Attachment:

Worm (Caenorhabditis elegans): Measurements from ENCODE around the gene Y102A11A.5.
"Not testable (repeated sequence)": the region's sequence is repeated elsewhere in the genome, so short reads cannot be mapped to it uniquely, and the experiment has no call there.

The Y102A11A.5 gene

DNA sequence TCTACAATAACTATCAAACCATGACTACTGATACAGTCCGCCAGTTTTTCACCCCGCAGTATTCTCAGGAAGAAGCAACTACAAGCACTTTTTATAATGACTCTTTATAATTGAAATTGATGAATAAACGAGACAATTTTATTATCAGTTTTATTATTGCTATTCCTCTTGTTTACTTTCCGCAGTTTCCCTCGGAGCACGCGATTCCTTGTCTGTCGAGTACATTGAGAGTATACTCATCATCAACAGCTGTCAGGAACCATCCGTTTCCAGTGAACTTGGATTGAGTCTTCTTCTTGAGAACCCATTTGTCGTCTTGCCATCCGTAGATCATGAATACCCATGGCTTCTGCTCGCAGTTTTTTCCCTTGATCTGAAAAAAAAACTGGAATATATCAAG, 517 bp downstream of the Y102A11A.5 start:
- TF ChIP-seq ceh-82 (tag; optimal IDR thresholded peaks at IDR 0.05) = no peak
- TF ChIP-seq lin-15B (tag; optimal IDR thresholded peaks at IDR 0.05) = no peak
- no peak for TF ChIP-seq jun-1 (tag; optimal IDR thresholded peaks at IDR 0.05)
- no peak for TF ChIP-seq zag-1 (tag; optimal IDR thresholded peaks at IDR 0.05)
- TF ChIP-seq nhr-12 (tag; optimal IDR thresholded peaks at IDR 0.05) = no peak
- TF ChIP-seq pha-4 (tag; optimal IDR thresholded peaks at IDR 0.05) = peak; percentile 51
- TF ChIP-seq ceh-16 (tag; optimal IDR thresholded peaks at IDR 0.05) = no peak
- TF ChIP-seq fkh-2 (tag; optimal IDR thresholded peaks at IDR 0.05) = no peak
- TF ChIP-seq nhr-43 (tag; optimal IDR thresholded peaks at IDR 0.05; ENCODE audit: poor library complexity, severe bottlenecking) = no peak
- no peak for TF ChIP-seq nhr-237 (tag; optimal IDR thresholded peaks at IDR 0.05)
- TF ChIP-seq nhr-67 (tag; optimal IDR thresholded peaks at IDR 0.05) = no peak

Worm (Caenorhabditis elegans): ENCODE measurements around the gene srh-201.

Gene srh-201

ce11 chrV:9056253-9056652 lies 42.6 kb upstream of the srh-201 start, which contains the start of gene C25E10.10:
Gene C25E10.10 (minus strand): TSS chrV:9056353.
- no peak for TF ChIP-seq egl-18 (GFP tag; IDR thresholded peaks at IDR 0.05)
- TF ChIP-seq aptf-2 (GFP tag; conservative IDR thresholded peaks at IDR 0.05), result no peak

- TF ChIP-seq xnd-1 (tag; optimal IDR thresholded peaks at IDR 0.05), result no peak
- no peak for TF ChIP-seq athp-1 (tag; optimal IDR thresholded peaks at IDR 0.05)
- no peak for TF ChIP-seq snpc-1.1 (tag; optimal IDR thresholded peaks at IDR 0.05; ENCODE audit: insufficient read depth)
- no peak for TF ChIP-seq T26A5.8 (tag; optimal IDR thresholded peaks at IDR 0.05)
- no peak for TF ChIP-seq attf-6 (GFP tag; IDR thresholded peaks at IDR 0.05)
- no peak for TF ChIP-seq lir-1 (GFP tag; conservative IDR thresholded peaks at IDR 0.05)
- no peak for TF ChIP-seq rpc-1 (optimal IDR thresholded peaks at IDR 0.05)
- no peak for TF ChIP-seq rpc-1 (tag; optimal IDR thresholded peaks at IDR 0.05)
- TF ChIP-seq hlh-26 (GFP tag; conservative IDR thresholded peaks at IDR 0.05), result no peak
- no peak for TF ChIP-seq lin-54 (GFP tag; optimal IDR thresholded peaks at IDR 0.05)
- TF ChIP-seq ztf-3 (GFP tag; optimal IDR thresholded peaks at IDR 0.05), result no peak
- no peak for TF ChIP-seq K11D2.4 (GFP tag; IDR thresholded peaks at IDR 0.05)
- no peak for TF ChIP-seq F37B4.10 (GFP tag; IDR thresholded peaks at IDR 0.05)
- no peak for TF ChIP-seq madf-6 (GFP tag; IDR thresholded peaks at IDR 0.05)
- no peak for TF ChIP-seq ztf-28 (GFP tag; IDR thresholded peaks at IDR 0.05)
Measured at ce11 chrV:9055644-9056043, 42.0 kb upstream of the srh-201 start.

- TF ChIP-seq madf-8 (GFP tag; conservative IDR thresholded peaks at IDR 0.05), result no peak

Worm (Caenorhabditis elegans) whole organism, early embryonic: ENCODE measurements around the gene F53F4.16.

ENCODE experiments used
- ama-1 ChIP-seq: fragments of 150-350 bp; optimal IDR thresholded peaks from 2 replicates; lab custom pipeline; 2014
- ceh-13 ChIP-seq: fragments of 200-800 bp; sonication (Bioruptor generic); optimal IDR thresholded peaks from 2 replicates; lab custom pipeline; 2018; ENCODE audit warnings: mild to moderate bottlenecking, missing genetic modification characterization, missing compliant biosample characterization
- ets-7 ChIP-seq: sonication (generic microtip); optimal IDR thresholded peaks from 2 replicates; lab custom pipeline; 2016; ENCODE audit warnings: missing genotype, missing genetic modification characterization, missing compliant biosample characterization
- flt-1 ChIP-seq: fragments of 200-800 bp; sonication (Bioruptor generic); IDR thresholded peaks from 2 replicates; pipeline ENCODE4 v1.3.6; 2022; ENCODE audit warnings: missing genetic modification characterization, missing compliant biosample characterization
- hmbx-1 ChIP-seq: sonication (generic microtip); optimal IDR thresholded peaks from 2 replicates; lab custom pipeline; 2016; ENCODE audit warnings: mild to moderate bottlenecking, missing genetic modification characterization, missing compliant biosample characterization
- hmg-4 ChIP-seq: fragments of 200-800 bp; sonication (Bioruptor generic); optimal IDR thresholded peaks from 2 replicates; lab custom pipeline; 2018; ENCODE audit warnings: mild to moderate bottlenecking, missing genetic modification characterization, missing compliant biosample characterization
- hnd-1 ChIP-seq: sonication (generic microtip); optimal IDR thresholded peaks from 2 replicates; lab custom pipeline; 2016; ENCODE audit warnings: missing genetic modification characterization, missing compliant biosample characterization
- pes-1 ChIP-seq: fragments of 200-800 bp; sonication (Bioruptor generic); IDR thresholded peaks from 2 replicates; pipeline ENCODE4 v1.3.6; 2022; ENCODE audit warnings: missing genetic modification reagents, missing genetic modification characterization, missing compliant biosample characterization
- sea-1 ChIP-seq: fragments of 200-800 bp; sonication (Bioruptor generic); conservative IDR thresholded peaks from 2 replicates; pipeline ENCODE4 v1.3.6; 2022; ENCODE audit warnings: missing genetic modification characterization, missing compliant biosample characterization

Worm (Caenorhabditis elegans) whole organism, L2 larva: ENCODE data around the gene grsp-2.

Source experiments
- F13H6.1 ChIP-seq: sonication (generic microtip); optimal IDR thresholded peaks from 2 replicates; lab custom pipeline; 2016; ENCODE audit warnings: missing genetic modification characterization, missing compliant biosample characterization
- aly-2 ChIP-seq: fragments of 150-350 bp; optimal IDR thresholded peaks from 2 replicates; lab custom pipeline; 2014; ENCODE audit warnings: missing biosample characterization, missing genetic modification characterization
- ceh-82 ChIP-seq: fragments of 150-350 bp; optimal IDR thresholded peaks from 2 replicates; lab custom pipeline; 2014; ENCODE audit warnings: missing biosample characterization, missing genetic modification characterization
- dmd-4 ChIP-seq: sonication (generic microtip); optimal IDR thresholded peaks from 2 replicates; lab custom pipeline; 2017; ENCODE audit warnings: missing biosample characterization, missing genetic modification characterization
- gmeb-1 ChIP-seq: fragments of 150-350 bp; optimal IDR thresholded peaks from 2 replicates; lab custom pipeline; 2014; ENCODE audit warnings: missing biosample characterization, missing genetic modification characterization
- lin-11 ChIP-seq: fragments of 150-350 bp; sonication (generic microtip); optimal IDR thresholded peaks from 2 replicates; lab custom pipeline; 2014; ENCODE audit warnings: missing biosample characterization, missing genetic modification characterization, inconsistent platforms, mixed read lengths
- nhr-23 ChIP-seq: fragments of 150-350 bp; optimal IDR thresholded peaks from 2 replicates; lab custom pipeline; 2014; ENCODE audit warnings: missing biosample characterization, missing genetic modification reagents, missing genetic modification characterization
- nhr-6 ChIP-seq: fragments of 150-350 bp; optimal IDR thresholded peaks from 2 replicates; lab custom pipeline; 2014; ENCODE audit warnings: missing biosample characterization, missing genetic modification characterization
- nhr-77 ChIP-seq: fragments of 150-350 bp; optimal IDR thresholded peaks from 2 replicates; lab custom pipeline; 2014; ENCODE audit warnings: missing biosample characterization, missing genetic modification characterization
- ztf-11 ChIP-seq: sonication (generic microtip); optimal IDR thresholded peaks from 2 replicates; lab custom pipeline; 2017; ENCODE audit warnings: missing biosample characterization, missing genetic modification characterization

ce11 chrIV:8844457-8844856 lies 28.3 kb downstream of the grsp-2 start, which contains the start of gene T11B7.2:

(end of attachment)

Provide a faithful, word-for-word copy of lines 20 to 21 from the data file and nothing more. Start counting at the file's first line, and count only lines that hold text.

- no peak for TF ChIP-seq egl-18 (GFP tag; IDR thresholded peaks at IDR 0.05)
- TF ChIP-seq aptf-2 (GFP tag; conservative IDR thresholded peaks at IDR 0.05), result no peak